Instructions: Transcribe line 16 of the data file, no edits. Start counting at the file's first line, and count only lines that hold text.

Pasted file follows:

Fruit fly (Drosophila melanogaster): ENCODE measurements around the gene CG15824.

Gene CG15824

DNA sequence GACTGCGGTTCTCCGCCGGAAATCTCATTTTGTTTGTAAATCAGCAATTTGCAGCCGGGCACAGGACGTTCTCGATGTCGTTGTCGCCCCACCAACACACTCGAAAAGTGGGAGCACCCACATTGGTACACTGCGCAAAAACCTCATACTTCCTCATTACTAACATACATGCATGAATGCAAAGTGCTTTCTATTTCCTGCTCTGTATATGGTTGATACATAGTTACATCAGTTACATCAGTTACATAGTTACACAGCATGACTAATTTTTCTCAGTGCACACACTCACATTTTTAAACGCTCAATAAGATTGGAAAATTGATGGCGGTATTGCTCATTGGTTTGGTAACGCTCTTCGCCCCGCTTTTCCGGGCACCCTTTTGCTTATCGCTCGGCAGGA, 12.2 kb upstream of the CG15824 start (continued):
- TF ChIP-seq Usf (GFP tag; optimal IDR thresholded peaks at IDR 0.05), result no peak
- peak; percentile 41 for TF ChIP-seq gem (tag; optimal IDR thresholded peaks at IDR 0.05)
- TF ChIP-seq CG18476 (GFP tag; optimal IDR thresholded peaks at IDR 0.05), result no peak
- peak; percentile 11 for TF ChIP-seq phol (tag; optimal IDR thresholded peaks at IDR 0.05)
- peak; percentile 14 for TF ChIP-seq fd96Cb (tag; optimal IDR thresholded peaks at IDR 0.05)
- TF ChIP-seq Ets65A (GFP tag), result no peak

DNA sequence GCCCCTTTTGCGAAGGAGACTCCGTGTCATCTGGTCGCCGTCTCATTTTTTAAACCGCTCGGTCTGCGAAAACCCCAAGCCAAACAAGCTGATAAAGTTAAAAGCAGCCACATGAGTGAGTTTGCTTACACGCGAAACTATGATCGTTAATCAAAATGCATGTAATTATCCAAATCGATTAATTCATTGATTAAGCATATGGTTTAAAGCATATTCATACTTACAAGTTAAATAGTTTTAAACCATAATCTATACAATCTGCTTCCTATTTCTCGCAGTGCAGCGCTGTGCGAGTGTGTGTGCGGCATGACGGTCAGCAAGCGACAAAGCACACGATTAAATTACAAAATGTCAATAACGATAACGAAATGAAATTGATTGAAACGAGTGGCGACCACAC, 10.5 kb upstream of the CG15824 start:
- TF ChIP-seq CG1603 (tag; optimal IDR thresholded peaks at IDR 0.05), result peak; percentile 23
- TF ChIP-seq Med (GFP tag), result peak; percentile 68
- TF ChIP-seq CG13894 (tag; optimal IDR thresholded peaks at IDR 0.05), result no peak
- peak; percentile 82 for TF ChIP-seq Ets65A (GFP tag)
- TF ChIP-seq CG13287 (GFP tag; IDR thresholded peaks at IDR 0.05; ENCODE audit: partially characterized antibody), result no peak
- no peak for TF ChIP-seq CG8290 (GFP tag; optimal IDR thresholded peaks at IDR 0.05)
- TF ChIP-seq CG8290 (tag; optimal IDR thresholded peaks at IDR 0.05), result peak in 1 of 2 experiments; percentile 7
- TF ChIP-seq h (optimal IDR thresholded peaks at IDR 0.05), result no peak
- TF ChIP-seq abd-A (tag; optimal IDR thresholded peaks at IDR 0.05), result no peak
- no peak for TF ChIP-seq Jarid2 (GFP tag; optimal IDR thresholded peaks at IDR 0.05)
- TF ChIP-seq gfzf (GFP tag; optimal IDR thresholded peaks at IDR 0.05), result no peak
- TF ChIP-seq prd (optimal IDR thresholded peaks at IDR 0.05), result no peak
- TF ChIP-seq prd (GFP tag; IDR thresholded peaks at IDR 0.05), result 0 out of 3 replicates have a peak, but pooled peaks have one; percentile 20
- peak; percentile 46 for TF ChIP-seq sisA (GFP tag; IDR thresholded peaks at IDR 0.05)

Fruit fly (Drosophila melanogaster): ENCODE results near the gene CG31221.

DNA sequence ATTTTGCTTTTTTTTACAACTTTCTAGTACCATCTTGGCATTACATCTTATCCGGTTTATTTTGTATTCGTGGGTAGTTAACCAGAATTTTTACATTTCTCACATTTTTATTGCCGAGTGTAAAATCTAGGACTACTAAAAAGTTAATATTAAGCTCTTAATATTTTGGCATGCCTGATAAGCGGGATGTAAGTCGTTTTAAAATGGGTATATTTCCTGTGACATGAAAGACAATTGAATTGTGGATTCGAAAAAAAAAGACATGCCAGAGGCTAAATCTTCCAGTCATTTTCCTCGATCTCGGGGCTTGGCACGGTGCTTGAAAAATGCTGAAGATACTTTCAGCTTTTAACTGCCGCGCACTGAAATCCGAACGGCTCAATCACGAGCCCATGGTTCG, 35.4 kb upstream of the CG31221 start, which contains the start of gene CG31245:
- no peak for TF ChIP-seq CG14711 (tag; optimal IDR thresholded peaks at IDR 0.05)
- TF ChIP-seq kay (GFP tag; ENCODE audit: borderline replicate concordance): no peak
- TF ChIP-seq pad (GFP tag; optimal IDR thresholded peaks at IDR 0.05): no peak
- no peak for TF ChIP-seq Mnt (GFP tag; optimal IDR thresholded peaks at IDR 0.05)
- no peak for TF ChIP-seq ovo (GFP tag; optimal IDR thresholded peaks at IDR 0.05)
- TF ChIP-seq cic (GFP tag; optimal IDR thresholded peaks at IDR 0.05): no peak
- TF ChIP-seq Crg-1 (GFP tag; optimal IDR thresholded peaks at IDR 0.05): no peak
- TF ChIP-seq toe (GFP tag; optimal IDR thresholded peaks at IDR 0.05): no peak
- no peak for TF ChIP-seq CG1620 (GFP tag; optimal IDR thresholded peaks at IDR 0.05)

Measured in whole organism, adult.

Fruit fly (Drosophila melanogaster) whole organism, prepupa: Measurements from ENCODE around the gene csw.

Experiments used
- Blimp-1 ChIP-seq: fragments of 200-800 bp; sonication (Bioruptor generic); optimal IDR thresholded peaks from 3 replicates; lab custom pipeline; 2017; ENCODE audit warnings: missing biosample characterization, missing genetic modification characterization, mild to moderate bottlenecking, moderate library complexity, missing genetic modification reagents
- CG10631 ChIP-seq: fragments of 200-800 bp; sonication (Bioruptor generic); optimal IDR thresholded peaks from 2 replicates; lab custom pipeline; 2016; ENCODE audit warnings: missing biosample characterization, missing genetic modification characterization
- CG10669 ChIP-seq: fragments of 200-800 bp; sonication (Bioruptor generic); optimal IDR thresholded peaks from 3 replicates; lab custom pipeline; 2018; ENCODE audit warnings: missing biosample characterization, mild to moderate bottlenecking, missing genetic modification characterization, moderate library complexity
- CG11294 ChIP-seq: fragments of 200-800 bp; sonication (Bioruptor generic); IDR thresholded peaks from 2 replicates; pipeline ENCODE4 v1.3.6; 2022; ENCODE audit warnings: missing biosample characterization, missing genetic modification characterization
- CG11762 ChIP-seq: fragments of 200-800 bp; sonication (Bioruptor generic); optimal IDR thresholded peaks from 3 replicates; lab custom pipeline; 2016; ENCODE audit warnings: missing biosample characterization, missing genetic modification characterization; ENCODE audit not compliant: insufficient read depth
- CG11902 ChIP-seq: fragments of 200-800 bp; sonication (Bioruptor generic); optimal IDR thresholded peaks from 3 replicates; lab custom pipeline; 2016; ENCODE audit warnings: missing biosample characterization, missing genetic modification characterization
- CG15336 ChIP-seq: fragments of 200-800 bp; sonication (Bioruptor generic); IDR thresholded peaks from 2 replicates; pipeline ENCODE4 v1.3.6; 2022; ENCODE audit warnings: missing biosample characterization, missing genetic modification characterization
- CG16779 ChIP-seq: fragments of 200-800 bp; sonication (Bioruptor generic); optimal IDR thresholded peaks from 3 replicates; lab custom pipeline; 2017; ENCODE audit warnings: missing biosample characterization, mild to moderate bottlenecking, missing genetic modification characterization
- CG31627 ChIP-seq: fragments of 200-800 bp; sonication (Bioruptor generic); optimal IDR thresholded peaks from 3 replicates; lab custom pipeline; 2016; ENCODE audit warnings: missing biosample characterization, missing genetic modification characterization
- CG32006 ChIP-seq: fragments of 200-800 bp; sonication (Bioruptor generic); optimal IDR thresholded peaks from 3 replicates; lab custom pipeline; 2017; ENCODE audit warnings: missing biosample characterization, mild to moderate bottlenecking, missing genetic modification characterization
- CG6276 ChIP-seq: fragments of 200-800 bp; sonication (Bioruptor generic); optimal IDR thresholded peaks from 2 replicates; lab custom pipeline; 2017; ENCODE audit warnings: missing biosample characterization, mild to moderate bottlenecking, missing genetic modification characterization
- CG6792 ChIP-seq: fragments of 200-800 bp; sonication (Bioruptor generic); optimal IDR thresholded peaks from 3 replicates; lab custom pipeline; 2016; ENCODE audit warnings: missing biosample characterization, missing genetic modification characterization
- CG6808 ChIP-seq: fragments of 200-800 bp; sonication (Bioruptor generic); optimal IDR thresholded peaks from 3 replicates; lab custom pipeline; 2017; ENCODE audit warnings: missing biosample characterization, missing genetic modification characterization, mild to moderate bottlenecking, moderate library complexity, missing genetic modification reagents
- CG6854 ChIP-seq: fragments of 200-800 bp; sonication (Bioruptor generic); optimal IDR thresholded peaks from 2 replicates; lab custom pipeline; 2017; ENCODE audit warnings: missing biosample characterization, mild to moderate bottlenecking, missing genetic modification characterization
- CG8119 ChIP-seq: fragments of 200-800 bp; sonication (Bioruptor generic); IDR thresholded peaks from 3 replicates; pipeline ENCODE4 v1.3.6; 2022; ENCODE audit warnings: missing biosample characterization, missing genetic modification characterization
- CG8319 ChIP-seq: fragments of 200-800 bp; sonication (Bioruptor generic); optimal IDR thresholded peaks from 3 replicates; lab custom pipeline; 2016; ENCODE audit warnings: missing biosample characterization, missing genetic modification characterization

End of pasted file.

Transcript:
- no peak for TF ChIP-seq CG8290 (GFP tag; optimal IDR thresholded peaks at IDR 0.05)